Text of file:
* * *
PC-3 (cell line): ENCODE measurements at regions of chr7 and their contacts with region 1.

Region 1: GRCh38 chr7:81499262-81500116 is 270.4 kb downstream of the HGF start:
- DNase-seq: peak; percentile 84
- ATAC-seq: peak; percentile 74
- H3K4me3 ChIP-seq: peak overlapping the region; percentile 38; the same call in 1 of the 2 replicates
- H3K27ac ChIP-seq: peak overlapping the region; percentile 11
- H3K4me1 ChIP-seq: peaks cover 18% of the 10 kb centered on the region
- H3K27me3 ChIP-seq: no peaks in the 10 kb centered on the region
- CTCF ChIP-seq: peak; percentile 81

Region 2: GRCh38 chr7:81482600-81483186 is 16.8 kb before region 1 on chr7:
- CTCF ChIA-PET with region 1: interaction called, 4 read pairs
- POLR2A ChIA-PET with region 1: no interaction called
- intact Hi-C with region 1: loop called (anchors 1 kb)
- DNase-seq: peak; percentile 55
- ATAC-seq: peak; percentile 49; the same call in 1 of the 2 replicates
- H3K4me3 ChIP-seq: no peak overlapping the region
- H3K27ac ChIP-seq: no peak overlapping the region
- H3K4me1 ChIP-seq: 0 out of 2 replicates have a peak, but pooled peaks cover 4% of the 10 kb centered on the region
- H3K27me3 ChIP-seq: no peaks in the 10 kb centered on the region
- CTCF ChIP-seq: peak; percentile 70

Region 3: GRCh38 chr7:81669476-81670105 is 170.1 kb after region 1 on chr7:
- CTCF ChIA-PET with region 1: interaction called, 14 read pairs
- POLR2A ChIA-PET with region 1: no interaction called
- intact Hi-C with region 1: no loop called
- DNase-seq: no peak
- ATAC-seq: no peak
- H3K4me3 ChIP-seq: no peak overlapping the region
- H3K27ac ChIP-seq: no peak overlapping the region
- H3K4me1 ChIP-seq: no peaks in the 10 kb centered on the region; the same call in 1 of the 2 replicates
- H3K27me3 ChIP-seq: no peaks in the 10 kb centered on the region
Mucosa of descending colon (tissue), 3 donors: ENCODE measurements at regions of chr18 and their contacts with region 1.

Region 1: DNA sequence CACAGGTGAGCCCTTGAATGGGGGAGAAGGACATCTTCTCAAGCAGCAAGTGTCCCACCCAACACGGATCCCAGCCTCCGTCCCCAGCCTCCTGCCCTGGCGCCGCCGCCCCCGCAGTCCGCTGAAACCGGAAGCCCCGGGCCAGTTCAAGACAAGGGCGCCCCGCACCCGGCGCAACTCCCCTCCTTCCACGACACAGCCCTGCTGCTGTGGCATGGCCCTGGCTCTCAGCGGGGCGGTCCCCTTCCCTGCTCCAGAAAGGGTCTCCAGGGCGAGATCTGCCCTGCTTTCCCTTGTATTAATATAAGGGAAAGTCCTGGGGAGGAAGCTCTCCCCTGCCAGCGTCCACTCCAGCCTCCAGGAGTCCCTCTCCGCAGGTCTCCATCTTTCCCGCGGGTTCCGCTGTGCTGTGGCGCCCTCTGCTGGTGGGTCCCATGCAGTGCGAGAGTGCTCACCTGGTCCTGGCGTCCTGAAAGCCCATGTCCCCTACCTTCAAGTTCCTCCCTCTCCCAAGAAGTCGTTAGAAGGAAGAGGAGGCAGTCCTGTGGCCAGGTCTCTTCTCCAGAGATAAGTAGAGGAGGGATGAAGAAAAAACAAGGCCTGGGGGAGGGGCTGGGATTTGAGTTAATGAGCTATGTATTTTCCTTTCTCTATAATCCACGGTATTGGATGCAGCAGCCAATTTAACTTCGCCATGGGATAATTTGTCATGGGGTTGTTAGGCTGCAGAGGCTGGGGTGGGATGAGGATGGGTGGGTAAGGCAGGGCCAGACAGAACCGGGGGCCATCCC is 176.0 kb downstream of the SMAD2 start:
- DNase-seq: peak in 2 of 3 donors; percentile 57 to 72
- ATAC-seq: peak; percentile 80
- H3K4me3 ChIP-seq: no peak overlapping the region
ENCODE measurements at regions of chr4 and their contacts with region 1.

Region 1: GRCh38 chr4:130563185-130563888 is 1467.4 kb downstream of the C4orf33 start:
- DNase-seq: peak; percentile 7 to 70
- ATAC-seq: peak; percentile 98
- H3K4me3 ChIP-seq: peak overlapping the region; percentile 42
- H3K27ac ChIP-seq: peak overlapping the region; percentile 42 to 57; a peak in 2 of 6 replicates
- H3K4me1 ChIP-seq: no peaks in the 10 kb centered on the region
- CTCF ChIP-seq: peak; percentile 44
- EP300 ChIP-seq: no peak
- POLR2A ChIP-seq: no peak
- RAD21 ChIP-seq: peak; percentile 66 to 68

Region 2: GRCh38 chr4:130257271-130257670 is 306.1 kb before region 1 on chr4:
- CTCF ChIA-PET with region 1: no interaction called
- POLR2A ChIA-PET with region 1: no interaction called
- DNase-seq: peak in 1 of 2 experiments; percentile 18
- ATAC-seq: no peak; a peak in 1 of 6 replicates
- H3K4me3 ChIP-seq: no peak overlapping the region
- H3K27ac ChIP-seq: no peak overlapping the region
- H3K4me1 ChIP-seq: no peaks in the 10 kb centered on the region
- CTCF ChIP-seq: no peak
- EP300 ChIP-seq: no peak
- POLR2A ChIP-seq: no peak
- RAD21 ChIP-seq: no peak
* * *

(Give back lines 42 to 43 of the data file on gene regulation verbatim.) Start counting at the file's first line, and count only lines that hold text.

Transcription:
- H3K4me1 ChIP-seq: no peaks in the 10 kb centered on the region
- CTCF ChIP-seq: peak; percentile 44